Research

Alternative Investment Fund Managers Directive Implemented Into Belgian Law

Introduction

The European Union's Alternative Investment Fund Managers Directive (the ‘Directive’) provides for comprehensive changes in the regulatory framework applicable to alternative investment fund managers (AIFMs) that manage or market alternative investment funds (AIFs) within the European Union.

The Directive does not introduce rules and regulations on a harmonised level for AIFs. However, it provides for an authorisation and prudential supervision for AIFMs (including self-managed AIFs) which indirectly but heavily impacts the AIFs under management. Detailed rules are laid down in delegated regulations and, more specifically, in the Commission Delegated Regulation (EU) No 231/2013, which are all directly applicable in all EU member states.

The deadline for transposition of the Directive into national law by EU member states was 22 July 2013. Belgium did not meet this deadline. Finally, on 17 June 2014, the act of 19 April 2014 on alternative undertakings for collective management and their managers (the ‘AIFM-act’) was published in the Belgian Official Gazette and has generally entered into force on 27 June 2014.

Scope

The Directive and the AIFM-act define an AIF as a ‘collective investment undertaking’ which raises capital from a number of investors with a view to investing it in accordance with a defined investment policy for the benefit of those investors, but excludes funds that are authorized under the EU UCITS regulations. The definition is intentionally broad, without regard to form of fund entity, fund structure (e.g., closed or open end), economic terms or jurisdiction of formation, and captures hedge funds, private equity funds, venture capital funds, real estate funds and infrastructure funds. Holding companies, pension funds, certain supranational institutions, national central banks, employee participation or saving plans and securitisation special purpose entities are excluded from the definition. The definition may potentially capture co-investment transactions or similar arrangements, however, depending on their structure and economic terms.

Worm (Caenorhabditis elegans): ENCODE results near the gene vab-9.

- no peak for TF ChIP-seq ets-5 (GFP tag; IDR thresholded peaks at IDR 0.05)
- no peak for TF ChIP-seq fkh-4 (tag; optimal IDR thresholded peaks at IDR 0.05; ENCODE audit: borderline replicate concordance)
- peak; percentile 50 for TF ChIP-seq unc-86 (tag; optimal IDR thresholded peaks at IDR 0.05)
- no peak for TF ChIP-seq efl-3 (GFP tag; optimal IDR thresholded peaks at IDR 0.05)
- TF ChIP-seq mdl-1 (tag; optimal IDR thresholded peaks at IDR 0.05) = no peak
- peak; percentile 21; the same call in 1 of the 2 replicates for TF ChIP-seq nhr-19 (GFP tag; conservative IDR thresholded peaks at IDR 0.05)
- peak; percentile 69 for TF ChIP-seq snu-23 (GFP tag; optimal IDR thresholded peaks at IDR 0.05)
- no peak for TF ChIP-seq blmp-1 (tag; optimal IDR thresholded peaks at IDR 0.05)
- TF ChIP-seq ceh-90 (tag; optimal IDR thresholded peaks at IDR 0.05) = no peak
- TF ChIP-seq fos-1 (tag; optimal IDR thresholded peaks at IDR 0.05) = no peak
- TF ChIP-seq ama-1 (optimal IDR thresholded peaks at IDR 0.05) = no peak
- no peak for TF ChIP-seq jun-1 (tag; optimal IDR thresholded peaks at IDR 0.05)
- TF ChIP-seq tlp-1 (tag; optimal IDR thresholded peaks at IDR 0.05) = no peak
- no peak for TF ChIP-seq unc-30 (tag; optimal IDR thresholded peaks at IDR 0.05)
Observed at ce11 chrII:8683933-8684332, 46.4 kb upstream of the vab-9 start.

As such, the Directive and the AIFM-act effectively cover all AIFMs managing or marketing AIFs which do not currently require authorisation under the UCITS Directive in the following situations:

  • in relation to EU AIFMs: all AIFs managed by them (whether or not EU based and whether or not marketed to EU investors)
  • in relation to non-EU AIFMs: all EU AIFs managed by them (whether or not marketed to EU investors) and all non-EU AIFs managed by them (but only if marketed to EU investors)

In addition, there are de minimis exemptions for AIFMs that manage AIFs with aggregate assets (including those acquired through leverage) not exceeding EUR 100 million (the so-called hedge exemption) and AIFMs that manage AIFs with aggregate assets not exceeding EUR 500 million, so long as the AIFs are unleveraged and grant no redemption rights to investors which are exercisable in the first five years (the so-called private equity exemption).

Exempt AIFMs are still required to register with the Belgian Financial Services and Markets Authority (FSMA) and to comply with certain disclosure requirements on investment strategy and activities on an ongoing basis, so as to allow the FSMA to effectively monitor systemic risk. They may also at any time opt-in under the Directive in which case the AIFM can benefit from the ‘European Passport’.

Impact on the Belgian fund industry